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Add another book to round out the two you've read: Rick Ferri, All About Asset Allocation. See our FAQ's and links above for more suggestions.

Includes a good discussion of why you want an asset allocation and sample portfolios for simple allocations, or slice and dice depending on your age and where you are in the spectrum of accumulation or decumulation.

My allocation is 55/45 (bonds/cash) as I am retired, before retirement my allocation was 70% stocks, 30% bonds/cash. Your allocation will vary based on retirement income streams. All are invested in index mutual funds or ETF Funds.

30% Core stocks
10% Mid-cap/small cap stocks
10% International (held in taxable brokerage account)
3% Asia
3% World International
4% Small Cap/Emerging Markets
5% REIT
10% Intermediate Bonds and US Treasuries
6% Intermediate Corporate Bond
4% US Treasuries
5% Hi Yield Bond
7% TIPS
3% Emerging Market Bond
11% Short Term Bond
9% Cash including high yield savings account

-- Rita
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Old 12-28-2012, 12:46 PM   #19
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Good books. Not suggesting it's any better, but a short read presenting another way of looking at the big picture can be found here: http://www.biz.uiowa.edu/wmc/?p=1039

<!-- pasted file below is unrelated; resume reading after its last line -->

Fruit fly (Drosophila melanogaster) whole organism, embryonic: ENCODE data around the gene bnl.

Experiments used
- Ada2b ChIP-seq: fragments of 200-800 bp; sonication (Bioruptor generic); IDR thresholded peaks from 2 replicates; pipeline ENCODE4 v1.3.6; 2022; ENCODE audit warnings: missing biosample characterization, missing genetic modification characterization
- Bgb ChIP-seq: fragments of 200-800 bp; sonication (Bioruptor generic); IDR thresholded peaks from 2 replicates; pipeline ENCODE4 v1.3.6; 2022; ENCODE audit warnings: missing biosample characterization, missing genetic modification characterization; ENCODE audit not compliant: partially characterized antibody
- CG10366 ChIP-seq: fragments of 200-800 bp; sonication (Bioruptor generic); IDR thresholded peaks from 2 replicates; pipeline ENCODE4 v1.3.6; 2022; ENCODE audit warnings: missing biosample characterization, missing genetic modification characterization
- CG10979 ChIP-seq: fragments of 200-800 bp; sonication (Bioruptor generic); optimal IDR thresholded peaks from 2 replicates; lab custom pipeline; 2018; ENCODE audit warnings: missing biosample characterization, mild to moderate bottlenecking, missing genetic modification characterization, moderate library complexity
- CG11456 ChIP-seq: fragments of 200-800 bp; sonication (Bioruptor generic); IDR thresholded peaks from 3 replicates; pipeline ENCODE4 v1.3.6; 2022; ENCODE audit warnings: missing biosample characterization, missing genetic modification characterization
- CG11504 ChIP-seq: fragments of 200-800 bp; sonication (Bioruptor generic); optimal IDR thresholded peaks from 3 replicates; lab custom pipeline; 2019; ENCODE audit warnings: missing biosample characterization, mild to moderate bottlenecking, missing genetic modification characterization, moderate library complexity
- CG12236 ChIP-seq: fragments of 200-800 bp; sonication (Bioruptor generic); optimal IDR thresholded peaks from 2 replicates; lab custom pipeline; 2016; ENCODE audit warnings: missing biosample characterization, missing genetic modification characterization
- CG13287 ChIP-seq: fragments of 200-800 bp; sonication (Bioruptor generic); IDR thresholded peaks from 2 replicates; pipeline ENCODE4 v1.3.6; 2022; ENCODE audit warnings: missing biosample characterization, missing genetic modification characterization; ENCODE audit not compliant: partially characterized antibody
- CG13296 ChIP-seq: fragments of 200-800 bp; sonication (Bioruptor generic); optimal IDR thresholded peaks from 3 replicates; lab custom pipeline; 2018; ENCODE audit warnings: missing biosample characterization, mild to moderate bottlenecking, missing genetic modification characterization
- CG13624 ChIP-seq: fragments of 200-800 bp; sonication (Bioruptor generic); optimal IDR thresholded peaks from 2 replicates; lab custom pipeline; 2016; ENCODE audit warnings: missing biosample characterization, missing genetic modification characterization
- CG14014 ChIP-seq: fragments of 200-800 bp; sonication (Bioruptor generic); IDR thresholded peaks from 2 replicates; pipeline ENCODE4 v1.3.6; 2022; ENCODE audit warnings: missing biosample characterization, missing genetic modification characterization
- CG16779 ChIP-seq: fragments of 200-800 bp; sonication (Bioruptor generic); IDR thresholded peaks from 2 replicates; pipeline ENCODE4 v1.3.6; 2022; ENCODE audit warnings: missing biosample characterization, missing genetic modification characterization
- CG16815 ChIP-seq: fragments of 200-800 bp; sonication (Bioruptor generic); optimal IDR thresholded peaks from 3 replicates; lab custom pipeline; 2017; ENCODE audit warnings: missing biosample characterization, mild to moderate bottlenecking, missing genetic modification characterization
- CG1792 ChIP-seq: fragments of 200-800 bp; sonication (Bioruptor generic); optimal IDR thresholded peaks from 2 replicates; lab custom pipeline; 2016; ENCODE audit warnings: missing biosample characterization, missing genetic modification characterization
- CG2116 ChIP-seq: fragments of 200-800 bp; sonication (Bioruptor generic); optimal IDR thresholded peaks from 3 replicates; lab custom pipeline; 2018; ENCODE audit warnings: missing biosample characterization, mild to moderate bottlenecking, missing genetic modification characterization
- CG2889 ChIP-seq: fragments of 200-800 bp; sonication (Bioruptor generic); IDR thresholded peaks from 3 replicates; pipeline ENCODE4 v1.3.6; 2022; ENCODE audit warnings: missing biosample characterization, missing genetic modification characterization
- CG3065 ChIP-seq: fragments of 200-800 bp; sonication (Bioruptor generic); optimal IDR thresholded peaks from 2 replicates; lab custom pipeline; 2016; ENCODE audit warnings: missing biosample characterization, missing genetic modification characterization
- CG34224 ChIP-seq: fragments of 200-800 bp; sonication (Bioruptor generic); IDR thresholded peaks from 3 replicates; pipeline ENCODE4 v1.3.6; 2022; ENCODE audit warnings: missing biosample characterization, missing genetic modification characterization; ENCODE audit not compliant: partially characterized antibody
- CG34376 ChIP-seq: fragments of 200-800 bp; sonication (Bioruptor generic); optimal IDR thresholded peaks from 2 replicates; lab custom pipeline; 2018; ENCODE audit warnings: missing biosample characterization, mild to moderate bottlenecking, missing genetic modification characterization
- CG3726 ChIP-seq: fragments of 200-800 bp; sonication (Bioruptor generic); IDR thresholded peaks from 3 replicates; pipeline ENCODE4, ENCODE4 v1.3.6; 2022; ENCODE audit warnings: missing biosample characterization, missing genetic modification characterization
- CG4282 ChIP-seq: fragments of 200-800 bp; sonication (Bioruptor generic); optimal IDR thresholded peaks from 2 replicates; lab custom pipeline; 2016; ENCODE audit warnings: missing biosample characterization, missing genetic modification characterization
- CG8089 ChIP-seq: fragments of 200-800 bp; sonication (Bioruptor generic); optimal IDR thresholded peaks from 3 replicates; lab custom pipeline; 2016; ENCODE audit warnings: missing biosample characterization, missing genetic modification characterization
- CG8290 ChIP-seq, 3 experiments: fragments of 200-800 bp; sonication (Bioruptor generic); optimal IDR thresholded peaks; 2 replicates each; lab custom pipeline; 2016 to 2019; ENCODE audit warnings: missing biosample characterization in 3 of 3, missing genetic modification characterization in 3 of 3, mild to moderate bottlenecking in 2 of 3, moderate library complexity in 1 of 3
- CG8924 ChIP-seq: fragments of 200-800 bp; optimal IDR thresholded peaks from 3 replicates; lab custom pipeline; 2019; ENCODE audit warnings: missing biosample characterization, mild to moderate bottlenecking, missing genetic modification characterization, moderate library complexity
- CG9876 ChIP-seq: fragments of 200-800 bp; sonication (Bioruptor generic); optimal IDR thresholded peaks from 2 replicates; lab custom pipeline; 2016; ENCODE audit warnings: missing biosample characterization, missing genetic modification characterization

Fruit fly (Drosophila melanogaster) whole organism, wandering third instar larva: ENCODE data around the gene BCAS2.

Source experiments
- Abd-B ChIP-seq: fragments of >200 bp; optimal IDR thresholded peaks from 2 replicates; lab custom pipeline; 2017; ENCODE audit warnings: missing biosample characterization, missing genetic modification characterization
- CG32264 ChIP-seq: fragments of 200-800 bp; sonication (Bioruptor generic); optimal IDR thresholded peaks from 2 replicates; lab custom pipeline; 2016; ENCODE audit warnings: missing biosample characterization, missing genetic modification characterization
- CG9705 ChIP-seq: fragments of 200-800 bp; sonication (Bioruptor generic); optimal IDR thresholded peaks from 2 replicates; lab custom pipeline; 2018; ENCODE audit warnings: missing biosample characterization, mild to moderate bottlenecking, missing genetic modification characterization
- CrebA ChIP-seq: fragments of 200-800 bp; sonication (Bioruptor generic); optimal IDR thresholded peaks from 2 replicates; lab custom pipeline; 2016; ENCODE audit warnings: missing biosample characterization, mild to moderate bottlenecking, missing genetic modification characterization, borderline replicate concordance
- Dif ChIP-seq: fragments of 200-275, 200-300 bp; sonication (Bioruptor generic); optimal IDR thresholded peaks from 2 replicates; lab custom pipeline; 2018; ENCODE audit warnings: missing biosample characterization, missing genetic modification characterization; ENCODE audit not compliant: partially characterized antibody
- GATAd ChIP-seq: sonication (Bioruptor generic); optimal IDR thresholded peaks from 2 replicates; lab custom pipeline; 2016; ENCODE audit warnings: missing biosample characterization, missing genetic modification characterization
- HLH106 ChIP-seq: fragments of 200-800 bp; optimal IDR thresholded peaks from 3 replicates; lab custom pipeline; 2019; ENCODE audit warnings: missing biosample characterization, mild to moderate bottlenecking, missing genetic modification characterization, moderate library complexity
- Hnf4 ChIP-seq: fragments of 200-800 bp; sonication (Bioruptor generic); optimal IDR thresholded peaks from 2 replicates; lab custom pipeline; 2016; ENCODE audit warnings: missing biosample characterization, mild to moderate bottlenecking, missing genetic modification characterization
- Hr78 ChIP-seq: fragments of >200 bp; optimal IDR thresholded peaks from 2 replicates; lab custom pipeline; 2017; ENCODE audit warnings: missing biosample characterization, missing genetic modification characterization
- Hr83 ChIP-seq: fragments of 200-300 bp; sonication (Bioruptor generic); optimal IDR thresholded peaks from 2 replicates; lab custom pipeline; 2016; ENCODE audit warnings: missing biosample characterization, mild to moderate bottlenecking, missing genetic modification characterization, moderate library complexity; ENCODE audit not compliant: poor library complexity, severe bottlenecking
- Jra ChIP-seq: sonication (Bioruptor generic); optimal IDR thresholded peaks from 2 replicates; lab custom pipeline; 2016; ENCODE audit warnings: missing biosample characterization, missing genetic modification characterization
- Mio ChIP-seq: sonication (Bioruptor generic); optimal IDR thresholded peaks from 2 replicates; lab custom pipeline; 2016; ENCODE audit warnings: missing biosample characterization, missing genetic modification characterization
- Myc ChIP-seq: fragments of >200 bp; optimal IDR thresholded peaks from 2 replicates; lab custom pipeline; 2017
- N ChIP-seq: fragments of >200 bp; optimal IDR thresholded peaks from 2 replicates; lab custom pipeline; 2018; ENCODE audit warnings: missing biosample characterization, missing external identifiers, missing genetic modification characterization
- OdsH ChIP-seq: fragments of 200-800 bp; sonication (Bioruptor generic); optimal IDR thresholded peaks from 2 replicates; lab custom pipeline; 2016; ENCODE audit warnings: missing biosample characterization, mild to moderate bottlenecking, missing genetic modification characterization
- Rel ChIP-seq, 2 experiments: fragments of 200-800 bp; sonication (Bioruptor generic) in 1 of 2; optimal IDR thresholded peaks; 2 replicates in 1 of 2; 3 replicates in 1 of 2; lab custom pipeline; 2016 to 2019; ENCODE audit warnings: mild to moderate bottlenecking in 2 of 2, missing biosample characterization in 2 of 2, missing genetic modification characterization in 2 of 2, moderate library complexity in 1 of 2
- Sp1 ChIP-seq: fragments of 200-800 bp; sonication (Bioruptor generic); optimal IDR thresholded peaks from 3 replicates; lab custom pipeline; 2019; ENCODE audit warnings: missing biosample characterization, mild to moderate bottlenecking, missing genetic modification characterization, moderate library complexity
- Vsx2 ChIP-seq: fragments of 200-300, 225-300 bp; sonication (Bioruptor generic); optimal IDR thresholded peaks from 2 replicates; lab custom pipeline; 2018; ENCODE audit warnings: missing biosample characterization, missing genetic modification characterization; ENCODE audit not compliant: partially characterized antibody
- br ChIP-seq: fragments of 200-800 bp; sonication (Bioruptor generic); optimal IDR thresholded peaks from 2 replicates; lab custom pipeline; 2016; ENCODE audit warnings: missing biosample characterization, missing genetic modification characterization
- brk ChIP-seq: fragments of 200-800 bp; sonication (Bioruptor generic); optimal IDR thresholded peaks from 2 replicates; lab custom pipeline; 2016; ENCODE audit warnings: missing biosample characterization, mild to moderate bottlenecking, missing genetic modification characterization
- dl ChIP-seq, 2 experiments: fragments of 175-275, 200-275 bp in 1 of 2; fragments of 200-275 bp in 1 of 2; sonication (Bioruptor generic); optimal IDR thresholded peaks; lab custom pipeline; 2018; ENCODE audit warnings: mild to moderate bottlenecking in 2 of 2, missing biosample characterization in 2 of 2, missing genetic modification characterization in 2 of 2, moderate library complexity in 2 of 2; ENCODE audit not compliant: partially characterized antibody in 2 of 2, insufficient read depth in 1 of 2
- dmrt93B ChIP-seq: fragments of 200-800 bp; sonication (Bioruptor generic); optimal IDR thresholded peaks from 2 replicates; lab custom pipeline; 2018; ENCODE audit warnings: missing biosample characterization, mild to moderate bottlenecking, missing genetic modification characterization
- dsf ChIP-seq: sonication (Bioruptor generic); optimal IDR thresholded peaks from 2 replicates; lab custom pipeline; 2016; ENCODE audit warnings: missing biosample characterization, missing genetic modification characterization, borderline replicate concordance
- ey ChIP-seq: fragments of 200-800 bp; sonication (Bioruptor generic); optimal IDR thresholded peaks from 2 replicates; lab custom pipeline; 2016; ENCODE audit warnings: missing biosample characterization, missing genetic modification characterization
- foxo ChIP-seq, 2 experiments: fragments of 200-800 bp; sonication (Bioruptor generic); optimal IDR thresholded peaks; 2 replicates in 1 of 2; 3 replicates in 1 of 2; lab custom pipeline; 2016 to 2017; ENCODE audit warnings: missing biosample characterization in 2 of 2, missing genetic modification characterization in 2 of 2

Tyro
While I agree with much of this approach (deferring SS, floor/ceiling approach, etc), it does place significantly more AA in equities/REITs (~70%-90%), making it seem like a riskier portfolio.

It seems to be essentially a buckets approach.
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Old 12-28-2012, 12:57 PM   #20
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Currently 35 different funds in 19 different allocation slices. Many active, some index. I use a spreadsheet to sum them up across accounts and keep everything in balance. Gives me something to do. But actually, nothing bad would happen if I ignored it for a year.